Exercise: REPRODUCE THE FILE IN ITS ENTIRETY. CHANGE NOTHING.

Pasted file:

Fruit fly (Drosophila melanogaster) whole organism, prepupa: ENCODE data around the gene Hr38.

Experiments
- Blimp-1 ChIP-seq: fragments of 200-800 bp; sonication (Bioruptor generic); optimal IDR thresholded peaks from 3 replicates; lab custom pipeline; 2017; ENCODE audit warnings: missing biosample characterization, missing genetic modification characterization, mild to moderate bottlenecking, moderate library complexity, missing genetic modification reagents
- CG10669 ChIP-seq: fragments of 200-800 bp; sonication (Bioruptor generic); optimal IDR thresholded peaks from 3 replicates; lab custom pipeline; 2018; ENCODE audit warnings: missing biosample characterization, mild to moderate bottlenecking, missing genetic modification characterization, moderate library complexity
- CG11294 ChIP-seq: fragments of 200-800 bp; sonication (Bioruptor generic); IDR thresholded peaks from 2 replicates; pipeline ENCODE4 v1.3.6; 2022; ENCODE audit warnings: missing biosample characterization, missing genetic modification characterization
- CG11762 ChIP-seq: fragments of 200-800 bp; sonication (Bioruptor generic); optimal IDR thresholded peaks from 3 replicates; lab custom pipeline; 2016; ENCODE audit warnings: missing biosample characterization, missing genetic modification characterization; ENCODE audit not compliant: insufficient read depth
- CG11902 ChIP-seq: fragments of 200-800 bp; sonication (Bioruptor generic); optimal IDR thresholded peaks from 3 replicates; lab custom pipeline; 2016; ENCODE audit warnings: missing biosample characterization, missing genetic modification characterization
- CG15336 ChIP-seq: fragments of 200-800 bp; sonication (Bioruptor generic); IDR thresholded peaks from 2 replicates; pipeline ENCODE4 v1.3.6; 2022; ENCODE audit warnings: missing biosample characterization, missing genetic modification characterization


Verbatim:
Fruit fly (Drosophila melanogaster) whole organism, prepupa: ENCODE data around the gene Hr38.

Experiments
- Blimp-1 ChIP-seq: fragments of 200-800 bp; sonication (Bioruptor generic); optimal IDR thresholded peaks from 3 replicates; lab custom pipeline; 2017; ENCODE audit warnings: missing biosample characterization, missing genetic modification characterization, mild to moderate bottlenecking, moderate library complexity, missing genetic modification reagents
- CG10669 ChIP-seq: fragments of 200-800 bp; sonication (Bioruptor generic); optimal IDR thresholded peaks from 3 replicates; lab custom pipeline; 2018; ENCODE audit warnings: missing biosample characterization, mild to moderate bottlenecking, missing genetic modification characterization, moderate library complexity
- CG11294 ChIP-seq: fragments of 200-800 bp; sonication (Bioruptor generic); IDR thresholded peaks from 2 replicates; pipeline ENCODE4 v1.3.6; 2022; ENCODE audit warnings: missing biosample characterization, missing genetic modification characterization
- CG11762 ChIP-seq: fragments of 200-800 bp; sonication (Bioruptor generic); optimal IDR thresholded peaks from 3 replicates; lab custom pipeline; 2016; ENCODE audit warnings: missing biosample characterization, missing genetic modification characterization; ENCODE audit not compliant: insufficient read depth
- CG11902 ChIP-seq: fragments of 200-800 bp; sonication (Bioruptor generic); optimal IDR thresholded peaks from 3 replicates; lab custom pipeline; 2016; ENCODE audit warnings: missing biosample characterization, missing genetic modification characterization
- CG15336 ChIP-seq: fragments of 200-800 bp; sonication (Bioruptor generic); IDR thresholded peaks from 2 replicates; pipeline ENCODE4 v1.3.6; 2022; ENCODE audit warnings: missing biosample characterization, missing genetic modification characterization